What kind of strategy is demanded of the first war of the 21st century and do those trained for wars of the past have the mental flexibility and imagination for the new style of warfare?

Just as the attack, and the loose network nature of the organization of the attackers, force recognition of the need for a new kind of war, do the systemic ills of planetary civilization that engender such attacks also force recognition of new kinds of strategies in response to them? Which international body is capable of recognizing this and acting on it?

Are any questions being asked by the US-led coalition which lead to answers that avoid reinforcing existing dysfunctional patterns?

Is there any intergovernmental or other intelligence group whose advice is sought on strategic initiatives that are subtler than the "binary", "first order", "linear" responses currently articulated to the public?

Beyond "binary logic" and the "excluded middle", how is it that some non-western cultures move flexibly between "A", "Not-A", "A-and-Not-A", "Neither-A-nor-Not-A"? How does this lack of flexibility incapacitate western thinking?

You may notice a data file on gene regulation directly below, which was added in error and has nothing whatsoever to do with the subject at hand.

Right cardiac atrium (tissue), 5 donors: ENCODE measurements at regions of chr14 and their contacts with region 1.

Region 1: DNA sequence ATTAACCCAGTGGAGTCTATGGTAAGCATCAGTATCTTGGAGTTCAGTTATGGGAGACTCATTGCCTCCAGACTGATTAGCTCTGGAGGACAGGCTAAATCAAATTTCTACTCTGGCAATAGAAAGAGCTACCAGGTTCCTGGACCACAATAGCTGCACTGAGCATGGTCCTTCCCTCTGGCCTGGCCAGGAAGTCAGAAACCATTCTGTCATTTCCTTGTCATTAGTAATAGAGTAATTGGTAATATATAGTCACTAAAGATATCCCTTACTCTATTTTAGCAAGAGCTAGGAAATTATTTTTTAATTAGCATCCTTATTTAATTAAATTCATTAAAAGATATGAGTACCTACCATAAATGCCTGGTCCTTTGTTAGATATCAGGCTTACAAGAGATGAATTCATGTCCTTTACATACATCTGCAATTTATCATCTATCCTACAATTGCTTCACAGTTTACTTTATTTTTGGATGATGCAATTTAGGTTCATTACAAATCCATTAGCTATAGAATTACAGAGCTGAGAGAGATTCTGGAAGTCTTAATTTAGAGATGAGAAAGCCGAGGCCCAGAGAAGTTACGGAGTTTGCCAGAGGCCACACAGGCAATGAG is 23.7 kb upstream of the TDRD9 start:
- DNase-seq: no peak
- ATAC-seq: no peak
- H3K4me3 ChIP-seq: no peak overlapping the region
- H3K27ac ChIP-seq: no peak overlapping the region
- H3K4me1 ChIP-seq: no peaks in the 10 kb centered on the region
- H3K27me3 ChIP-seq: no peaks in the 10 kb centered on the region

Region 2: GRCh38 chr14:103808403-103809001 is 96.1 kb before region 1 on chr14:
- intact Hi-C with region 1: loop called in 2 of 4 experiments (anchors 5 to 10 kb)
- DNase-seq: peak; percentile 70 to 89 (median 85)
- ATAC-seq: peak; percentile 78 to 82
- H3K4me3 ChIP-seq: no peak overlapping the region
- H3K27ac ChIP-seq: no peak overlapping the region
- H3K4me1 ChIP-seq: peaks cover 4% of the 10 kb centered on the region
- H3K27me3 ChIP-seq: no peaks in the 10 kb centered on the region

Is it the so-called "irrationality" of "women" (and non-male thinking) that sustains the repressed non-binary skills in western society?

How would subtler and more complex responses be rendered credible to policy-makers and citizens systematically conditioned to focus on knee-jerk strategies? How would they be distinguished from pro-terrorist opposition to government policies?

After more than a week of bombing Afghanistan, generals conducting the campaign argued that they "need more intelligence" in order to decide how usefully to continue it (Guardian, 15 October 2001). What kind of "intelligence" might that be?

Pressed by public opinion to start bombing Afghanistan, the administration and its military advisers deluded themselves about the ease and speed with which air strikes would lead to the collapse of the Taliban regime (Richard Norton-Taylor, Guardian, 30 October 2001). In what other ways might their strategists be deluding themselves?